NEW ORLEANS — Normally this time of year, Greater St. Stephen Full Gospel Baptist Church in eastern New Orleans would be bustling with singers, musicians, dancers and actors finalizing a concert, cantata or musical to celebrate the Christmas season.

“We would be having dress rehearsals right now,” Shay Keju, overseer of music for the church, said recently. “We have a production usually, not just our choir. All the fine arts — dance, drama, of course the music … always shine at Christmas.”

But this year, Christmas arrives in the midst of a pandemic that essentially shut down church choirs in mid-March. At Greater St. Stephen, 60 to 75 people sing in the choir on a normal Sunday. But the second Sunday in March was the last time the choir was in the building.

Voices lifted in song — especially indoors and in close proximity to other people — can also spread droplets carrying the coronavirus. So during the past nine months, churches have been turning to soloists, small ensembles and praise teams — even technology — to ensure that praises still ring.

And with Christmas approaching they’re having to rely on creative solutions to ensure that the observance of Christ’s birth won’t be a silent night.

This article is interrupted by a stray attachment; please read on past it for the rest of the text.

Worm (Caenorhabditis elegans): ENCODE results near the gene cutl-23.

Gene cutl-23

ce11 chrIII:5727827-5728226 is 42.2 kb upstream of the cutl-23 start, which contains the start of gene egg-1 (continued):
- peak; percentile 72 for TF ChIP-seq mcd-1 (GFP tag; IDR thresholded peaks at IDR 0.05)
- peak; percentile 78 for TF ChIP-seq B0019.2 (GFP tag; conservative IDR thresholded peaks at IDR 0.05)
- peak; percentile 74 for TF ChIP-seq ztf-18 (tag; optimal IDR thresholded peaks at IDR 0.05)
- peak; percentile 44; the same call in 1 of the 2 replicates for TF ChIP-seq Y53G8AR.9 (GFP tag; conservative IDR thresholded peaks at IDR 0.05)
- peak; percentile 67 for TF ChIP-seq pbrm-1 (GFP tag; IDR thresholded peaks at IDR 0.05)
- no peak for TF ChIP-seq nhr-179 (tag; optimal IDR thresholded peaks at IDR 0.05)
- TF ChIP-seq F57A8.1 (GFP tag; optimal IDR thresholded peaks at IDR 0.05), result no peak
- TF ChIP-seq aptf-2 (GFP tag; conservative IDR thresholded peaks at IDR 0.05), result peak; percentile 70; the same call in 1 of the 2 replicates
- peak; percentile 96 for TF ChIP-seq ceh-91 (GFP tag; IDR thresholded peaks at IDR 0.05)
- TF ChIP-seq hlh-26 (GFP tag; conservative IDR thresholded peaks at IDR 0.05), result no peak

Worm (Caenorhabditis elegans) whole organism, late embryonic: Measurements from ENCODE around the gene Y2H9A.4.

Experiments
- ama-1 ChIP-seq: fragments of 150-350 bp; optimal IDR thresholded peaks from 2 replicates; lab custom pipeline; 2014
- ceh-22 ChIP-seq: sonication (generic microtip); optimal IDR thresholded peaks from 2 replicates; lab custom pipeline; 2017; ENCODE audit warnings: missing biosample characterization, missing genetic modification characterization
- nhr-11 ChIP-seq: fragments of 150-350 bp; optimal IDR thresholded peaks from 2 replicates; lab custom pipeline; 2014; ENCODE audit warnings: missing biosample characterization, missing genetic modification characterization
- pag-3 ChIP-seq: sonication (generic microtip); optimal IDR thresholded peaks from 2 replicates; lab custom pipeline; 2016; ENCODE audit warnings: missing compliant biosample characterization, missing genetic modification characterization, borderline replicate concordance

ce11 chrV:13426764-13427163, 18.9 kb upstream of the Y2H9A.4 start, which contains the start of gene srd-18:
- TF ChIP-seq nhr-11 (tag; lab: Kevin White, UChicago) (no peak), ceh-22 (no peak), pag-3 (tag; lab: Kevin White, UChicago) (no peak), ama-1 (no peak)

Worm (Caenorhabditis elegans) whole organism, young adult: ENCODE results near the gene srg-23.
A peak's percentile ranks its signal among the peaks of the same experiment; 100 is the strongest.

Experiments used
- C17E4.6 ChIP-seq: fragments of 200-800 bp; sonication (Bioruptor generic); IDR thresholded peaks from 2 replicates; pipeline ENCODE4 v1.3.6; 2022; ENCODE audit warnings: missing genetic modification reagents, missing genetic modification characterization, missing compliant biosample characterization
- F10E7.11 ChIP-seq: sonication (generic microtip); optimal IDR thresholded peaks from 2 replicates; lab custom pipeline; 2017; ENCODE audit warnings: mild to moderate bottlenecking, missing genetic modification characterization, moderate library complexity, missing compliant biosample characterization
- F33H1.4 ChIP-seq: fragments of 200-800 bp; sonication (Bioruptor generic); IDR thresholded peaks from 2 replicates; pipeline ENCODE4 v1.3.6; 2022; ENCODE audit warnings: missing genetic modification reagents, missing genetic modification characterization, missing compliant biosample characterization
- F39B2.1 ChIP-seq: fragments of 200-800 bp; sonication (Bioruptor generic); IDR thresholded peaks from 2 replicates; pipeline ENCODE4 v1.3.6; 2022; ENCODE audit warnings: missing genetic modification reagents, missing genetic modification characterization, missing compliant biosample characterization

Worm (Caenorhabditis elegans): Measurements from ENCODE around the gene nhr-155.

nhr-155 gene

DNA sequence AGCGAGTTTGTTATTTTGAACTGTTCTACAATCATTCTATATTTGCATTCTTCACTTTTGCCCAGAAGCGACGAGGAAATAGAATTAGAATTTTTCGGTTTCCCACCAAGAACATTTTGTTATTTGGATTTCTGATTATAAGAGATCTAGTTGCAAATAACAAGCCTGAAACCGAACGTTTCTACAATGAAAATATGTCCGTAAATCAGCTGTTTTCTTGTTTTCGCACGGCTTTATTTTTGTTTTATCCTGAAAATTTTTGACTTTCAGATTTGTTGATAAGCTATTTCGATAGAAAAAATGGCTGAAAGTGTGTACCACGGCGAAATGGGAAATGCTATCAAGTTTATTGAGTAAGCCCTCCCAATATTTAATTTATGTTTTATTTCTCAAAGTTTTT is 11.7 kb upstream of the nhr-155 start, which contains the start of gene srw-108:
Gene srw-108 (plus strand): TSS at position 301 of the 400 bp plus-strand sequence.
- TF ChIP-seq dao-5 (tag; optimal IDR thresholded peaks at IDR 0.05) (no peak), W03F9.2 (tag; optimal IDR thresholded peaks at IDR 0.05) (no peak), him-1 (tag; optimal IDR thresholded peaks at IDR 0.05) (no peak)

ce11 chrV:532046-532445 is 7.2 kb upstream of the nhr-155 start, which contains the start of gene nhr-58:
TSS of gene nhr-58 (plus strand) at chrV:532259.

The online services that have been a mainstay for congregations during the pandemic will also be a vehicle for delivering special music programs. Greater St. Stephen, for instance, will air a pre-recorded program on Wednesday with a few singers, dancers and youths doing readings, Keju said.

In Mandeville, St. Timothy United Methodist traditionally packs the sanctuary on the second Sunday of each December for two performances of what it calls “Christmas on the Northshore,” choir director Kenya Jackson said. Not this year.

“Initially, we wanted to do what we’ve always done, but the closer you get, you realize that’s not going to happen. Even if the pandemic ended tomorrow, we would have been practicing since September.”

Instead, St. Timothy’s aired a music program on its website and Facebook page on Dec. 17 that was created by pre-recording the singing and then shooting video in a variety of outdoor settings — including the fishing pier on Lake Pontchartrain at Mandeville’s Sunset Point, where a couple that was fishing provided an appreciative audience.

“I literally took out a speaker and my phone,” Jackson said. “They sang along with themselves.”

Jackson had to take additional steps to ensure that the return to in-person choir practice would be safe. Every Monday she sent out an email to see how many of each vocal section would attend and spread them out in the pews.

“It’s a challenge, you can’t really hear the same way,” she said.

Even churches that haven’t returned to in-person practice are managing to continue having a choir. Leonard Raybon, who directs the choir at Rayne Memorial Methodist Church on St. Charles Avenue, has been using a virtual choir both at church and Tulane University, where he is director of choirs.